Easiest Way Of Cooking

Discussion in 'Cooking and Cooking Utensils' started by Easyrider, Aug 1, 2017.

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  1. Easyrider

    Easyrider New Member
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    After a long search and experience i find that foor cooking indoor or outdoor, an inverted tlud with gaseification is the best.if it creates electricity like same new stoves on the market even better....you can use twigs, the burn efficiency is close 99% smell and smoke is very little...
    Any other ideeas?
     
  2. Tom Williams

    Tom Williams Moderator Staff Member
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    The easy way to cook is fire it allso the oldest way with fire you can cook anything it just take being prepared to do so must have for shtf a skillet a pot a dutch oven with lids for all with these basic iteams you can cook and survive
     
  3. Keith H.

    Keith H. Moderator Staff Member
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    Regardless of how good an item is, for travel, I don't need to be carrying any extra weight. I carry flint,steel & tinderbox for making fire, & a cook kettle. That is all I NEED. Anything else can be made as needed.
    Keith.
     
  4. TexDanm

    TexDanm Shadow Dancer
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    The best way to cook when you are living off the land is to put whatever you find in a pot and boil it. I watch people on these survival shows broiling things over a fire when they have a pot and just shake my head. The fat turns to liquid and ends up in the fire and the jerky you end up with has half the calories of the original piece of flesh. Like you Kieth for light travel I use a sort of kettle. Actually it is a fairly large coffee pot that I threw the guts away. It is light has both a handle and a bail and a lid. Also soups, even thin ones are easy on your stomach and the last thing that you want is to upset your stomach in the bush.

    If you are just camping I like to make shishkabobs and always carry stainless steel skewers. I have about one of any sort of stove there is other than the one that generates a little electricity. The gasifyers are massively efficient and smaller and lighter than rocket stoves they are great for boiling water for reconstituting dried soups and such but not so good for simmering. The little tiny propane jet stoves are nice as are the little alchohol stoves you make from aluminum cans but are dependent on fuel that you have to haul in. I also have a couple of twig stoves and while they don't get as hot as the gasified stoves they do simmer better.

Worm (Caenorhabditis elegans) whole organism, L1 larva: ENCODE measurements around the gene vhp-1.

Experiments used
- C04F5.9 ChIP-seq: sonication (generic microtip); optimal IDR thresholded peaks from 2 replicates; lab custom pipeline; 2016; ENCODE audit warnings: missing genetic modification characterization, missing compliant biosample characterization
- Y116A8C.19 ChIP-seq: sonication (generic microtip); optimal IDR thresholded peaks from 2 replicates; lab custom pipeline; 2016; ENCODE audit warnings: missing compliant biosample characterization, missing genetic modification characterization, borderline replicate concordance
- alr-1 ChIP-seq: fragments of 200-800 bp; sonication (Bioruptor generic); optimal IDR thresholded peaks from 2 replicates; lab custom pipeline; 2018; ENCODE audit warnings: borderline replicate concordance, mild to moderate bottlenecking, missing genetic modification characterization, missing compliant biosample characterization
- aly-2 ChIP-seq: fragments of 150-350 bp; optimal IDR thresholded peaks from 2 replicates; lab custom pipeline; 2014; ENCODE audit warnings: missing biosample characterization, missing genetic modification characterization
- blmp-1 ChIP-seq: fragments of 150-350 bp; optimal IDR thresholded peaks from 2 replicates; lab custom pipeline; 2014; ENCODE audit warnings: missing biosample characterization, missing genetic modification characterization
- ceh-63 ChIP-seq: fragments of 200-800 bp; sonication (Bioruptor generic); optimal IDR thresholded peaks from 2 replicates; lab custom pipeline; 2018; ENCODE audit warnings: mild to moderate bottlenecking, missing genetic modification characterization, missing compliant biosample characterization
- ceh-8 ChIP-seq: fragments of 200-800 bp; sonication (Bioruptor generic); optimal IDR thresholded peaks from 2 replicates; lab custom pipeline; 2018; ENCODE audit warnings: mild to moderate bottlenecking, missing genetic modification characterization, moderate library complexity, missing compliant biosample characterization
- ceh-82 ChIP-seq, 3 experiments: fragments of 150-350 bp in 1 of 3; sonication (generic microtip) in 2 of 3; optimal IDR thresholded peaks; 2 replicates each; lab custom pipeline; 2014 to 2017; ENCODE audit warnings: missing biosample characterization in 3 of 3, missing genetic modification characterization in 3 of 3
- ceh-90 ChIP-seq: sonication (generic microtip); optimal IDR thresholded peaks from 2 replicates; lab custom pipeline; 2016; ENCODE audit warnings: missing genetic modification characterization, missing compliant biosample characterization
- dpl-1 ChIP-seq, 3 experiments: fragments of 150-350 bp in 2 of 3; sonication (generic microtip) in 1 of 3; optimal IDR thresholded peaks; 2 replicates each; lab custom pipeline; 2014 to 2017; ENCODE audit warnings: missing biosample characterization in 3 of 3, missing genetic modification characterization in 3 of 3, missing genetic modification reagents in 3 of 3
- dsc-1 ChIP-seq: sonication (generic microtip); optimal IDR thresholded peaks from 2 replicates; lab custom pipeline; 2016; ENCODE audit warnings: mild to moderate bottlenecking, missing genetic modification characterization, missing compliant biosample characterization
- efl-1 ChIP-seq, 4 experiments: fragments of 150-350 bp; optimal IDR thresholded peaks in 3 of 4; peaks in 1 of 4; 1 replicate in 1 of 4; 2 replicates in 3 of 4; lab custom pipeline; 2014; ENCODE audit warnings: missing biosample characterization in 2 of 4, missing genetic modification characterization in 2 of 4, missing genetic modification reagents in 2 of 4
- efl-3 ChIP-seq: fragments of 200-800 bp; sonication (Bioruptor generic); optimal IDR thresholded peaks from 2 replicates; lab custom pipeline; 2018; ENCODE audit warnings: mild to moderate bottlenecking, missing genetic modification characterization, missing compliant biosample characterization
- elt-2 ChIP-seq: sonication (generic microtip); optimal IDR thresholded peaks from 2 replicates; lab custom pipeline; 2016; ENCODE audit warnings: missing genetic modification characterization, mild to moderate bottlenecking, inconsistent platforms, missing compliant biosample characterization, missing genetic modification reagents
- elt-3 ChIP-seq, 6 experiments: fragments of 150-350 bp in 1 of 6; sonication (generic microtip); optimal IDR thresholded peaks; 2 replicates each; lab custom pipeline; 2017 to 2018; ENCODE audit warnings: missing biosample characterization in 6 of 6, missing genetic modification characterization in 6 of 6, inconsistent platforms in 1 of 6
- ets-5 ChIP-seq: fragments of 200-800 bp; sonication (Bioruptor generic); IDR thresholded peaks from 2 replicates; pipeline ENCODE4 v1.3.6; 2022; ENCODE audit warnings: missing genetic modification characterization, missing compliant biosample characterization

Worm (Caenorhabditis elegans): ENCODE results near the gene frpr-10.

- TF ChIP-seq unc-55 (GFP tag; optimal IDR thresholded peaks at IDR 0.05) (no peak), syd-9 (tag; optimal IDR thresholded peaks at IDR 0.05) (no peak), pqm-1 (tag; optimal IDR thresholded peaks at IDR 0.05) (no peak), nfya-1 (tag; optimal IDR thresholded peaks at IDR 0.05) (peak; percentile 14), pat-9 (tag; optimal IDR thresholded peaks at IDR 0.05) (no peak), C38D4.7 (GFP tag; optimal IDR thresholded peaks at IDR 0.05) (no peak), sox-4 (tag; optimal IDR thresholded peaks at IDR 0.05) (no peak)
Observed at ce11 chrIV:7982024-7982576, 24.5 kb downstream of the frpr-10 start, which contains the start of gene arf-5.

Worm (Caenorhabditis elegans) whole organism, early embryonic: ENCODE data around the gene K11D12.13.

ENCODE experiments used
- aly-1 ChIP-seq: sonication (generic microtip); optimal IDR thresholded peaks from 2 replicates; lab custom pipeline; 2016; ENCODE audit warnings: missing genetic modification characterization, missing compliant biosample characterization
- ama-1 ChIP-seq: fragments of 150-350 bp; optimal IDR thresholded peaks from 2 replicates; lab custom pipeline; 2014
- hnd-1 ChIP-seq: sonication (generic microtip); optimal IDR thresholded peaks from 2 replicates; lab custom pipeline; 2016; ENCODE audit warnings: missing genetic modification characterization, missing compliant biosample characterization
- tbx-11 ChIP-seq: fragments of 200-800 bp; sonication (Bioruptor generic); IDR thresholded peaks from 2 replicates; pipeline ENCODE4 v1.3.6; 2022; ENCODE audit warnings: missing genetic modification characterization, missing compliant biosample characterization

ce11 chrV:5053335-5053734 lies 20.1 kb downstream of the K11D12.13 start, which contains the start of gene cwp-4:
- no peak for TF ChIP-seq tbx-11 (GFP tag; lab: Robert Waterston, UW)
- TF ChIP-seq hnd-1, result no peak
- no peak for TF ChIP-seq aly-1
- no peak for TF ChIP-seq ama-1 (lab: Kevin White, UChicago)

If the wood is easily available and there is no reason not to have a nice fire it is hard to beat a bed of coals and a folding grill.
     
  5. lonewolf

    lonewolf Moderator Staff Member
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    a pot with water in it, what we call a Billy can, over a fire, is by far the most simple method, unless your going to go totally stone age and do away with pots all together:p
     
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  6. Keith H.

    Keith H. Moderator Staff Member
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    Agreed. Meat can be roasted on a pointy stick, & ash cakes can be made in the hot ashes or on a flat rock.
    Keith.
     
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  7. kevy39

    kevy39 New Member
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    Open fire stew:D or stake straight on the Coals. Can’t beet that. You could wrap the meet up before placing it on the fire. Still I like charred on the outside and med-rare on the inside :D
     
  8. TexDanm

    TexDanm Shadow Dancer
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    Aluminum foil makes for some great and easy meals. We used to take "hobo dinners" when we would go camping. A ground meat patty with a slice of onion slices of potatoes and carrots wrapped in foil and put on the coals. Foil is a survival kit all to itself.
     
  9. lonewolf

    lonewolf Moderator Staff Member
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    I don't like foil in the countryside, we get enough refuse left lying about without adding foil to the equasion.